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Not in Our School Videos

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  • When the Kansas hate group known as the Westboro Baptist Church (Fred Phelps' family) announced they would picket Bay Area schools and Jewish institutions, students at Gunn High School decided they could not sit quietly. (3 min 34 sec) Check out our Local Lesson, Helping High Schoolers Take the Lead, which features an interview with Gunn High School Principal Noreen Likins.
  • Dorchester, MA students speak out against violence in their community.
  • From SpeakingInTonguesFilm.info: Sometimes a small idea has big implications. Consider America’s resolute commitment to remaining an “English only” nation. It turns out that our attitudes about language reflect much bigger concerns: that language is a metaphor for the barriers that come between neighbors, be they across the street or around the world.
  • As Indiana University students celebrate the holiday season, the sense of calm is shattered by a series of attacks against Jewish institutions. Bloomington United, a community group created in 1998 after a white supremacist spread hate and murder on campus, reaches out to IU students and helps heal new wounds.
  • Janet Miller, a teacher at Hoover Middle School, was blown away by district-wide statistics that revealed the risk of violence that transgendered youth experience. Moved by the statistics, Miller stated to her colleagues that it was their responsibility to create a safe learning environment for ALL students and that any type of discrimination should not be tolerated.
  • Adarsha Shivakumar and Apoorva Rangan are siblings that have used the power to TEACH rural Indians how to produce environmentally- and economically-sustainable fuel. After witnessing the devastation of local ecologies, Adarsha and Apoorva spent months in India convincing locals that processing a native fruit and using the byproducts as fuel presents a solution that balances human energy and local ecosystem needs.
  • At Orange High School in Pepper Pike, Ohio, students are mapping their school to locate the spaces where bullying takes place. After identifying the "bully hotspots," including the cafeteria, media lab, and locker rooms, students created a flash freeze demonstration to raise awareness about bullying, and opened the conversation about how to create a safer school.
  • Palo Alto, CA students find a creative response to hate.
  • Palo Alto, CA students find a creative response to hate.
  • This public service announcement encourages students to be an upstander. Created by high school students from American University's Discover the World of Communication Summer Program held at University of California Berkeley during the Summer of 2011.
  • After a rash of bias-motivated incidents and hate crimes at the University of San Diego, faculty, staff and student leaders have been grappling with how to respond.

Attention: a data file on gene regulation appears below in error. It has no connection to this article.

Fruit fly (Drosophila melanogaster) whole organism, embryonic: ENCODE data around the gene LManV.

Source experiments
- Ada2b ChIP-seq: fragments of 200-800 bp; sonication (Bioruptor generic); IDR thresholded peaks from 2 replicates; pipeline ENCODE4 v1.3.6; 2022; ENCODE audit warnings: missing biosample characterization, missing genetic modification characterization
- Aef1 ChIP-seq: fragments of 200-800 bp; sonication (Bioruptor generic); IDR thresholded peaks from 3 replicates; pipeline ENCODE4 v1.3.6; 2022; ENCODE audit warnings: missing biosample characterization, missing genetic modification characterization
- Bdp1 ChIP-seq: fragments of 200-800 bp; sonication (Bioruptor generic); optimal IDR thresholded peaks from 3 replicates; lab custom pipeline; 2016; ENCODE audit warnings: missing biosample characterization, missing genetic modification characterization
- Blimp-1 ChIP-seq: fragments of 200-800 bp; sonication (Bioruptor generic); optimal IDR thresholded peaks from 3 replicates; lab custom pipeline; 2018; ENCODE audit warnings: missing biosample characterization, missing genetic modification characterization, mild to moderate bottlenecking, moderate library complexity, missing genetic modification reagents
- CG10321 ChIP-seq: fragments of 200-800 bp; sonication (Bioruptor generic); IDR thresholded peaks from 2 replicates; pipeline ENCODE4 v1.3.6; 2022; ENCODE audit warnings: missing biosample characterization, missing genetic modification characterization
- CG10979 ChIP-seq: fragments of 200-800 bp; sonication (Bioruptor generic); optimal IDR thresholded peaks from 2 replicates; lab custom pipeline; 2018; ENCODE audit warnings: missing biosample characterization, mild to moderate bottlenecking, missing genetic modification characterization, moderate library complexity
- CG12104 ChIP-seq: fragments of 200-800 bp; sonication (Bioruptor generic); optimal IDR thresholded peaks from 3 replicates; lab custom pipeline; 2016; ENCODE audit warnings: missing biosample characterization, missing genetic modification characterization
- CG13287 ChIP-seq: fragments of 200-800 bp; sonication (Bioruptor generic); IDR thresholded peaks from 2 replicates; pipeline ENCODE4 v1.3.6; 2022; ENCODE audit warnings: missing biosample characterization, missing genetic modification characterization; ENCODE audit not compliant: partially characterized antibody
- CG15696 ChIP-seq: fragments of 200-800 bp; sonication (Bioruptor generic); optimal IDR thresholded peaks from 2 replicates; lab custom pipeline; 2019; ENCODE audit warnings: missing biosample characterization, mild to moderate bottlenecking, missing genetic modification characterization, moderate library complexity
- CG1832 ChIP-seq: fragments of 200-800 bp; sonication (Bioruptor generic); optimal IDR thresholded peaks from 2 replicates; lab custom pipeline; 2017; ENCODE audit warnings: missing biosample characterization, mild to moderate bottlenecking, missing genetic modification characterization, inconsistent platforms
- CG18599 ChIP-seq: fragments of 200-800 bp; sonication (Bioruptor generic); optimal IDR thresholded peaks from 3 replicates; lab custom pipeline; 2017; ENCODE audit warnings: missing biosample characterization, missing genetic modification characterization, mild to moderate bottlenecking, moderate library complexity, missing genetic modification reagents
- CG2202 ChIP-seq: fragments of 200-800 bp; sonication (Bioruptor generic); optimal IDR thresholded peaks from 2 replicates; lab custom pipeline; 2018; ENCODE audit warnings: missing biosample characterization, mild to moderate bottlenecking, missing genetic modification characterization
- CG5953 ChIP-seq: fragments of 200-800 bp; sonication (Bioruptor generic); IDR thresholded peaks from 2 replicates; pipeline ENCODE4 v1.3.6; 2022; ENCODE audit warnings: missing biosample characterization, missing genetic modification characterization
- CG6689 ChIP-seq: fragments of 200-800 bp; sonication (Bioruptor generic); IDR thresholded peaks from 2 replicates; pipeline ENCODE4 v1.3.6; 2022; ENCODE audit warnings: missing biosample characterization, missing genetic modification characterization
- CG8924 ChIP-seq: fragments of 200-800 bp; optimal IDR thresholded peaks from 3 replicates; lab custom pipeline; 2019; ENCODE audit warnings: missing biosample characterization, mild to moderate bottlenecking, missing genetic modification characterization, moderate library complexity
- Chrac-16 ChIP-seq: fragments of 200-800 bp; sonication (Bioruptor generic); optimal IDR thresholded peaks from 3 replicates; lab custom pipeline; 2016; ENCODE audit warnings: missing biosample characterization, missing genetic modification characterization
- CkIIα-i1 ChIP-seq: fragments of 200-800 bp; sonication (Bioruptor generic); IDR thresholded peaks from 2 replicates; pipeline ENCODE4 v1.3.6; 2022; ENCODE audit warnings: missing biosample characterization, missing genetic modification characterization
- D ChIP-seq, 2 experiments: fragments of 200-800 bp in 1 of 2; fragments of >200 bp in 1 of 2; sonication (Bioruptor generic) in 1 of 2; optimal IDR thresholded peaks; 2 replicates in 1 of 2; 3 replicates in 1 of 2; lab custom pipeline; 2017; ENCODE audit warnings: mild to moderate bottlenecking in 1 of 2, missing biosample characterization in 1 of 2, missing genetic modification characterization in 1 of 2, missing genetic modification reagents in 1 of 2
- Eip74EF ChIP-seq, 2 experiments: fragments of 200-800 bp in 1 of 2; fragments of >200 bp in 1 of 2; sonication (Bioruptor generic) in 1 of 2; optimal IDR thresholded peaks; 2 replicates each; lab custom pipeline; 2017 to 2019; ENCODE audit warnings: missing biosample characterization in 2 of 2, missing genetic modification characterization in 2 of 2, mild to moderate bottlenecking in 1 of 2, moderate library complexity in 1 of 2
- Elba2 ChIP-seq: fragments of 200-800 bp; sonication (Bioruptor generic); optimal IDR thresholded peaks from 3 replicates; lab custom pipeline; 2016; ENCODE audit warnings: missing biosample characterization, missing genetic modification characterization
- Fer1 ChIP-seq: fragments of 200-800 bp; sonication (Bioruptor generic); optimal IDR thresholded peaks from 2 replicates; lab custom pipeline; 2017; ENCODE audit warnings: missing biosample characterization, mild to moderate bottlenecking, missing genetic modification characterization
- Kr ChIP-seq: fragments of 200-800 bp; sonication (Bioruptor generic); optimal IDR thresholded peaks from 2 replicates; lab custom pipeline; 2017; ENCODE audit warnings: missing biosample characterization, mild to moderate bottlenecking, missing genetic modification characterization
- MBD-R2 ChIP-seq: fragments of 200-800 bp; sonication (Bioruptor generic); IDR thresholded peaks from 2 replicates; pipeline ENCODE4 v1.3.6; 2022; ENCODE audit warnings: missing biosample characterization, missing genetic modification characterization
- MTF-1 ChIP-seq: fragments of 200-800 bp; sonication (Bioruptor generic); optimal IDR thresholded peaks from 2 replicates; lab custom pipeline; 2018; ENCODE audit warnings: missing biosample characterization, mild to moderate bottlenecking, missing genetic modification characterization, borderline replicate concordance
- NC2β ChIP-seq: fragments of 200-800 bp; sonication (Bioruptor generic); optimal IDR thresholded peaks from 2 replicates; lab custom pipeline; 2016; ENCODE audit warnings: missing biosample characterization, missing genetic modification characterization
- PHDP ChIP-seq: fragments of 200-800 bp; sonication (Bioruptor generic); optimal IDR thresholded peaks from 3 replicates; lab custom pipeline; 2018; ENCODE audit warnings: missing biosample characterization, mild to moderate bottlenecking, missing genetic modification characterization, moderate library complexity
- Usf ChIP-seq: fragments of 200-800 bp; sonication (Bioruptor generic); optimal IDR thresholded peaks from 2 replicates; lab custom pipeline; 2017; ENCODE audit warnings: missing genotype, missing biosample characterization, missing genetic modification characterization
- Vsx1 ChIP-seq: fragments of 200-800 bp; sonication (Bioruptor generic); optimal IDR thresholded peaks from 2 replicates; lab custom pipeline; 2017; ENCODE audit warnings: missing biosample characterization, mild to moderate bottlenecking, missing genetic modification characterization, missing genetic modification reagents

• In 1995, Azim Khamisa's 20-year-old son, Tariq, was delivering a pizza when he was shot to death by a 14-year-old gang member. Experiencing the pain, grief, frustration, and anger that a parent would, Azim decided that the only way he could better the situation was to use the tool of FORGIVE to ensure that this type of tragedy happens less frequently in the future.
  • "Identity safe classrooms are those in which teachers strive to ensure students that their social identities are an asset rather than a barrier to success in the classroom. Acknowledging students' identities, rather than trying to be colorblind, can build the foundation for strong positive relationships. This, coupled with challenging opportunities to learn, can help all students begin to feel they are welcomed, supported, and valued as members of the learning community." —Dr. Dorothy Steele Learn more about identity safety in this interview of Dr. Dorothy Steele, co-author with Dr. Becki Cohn-Vargas of the new book for elementary educators, "Identity Safe Classrooms: Places to Belong and Learn."
  • In Our Family, children share stories about all kinds of families. Today's children come from families living in one home or two, some are being raised by one mom or one dad, or they might have two parents/caregivers or live with grandparents or other family members. Others have parents/caregivers of different ethnic backgrounds, or who are lesbian, gay, bisexual or transgender. And some children are adopted or live in blended families. This short film is a collaboration between Our Family Coalition and Not In Our Town to encourage conversation about the many diverse family constellations, to give children the opportunity to see and appreciate their own families, and to be open and respectful to those who are different from them.
  • Four short films about communities today reaching for Dr. King's dream